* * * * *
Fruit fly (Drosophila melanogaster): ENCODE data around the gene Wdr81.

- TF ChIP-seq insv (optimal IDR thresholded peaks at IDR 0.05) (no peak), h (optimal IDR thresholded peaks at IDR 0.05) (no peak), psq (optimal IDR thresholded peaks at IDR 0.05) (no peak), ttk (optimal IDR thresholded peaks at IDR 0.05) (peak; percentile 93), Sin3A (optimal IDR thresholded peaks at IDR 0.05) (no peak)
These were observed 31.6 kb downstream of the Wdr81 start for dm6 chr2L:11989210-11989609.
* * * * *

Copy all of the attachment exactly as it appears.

Fruit fly (Drosophila melanogaster): ENCODE data around the gene Wdr81.

- TF ChIP-seq insv (optimal IDR thresholded peaks at IDR 0.05) (no peak), h (optimal IDR thresholded peaks at IDR 0.05) (no peak), psq (optimal IDR thresholded peaks at IDR 0.05) (no peak), ttk (optimal IDR thresholded peaks at IDR 0.05) (peak; percentile 93), Sin3A (optimal IDR thresholded peaks at IDR 0.05) (no peak)
These were observed 31.6 kb downstream of the Wdr81 start for dm6 chr2L:11989210-11989609.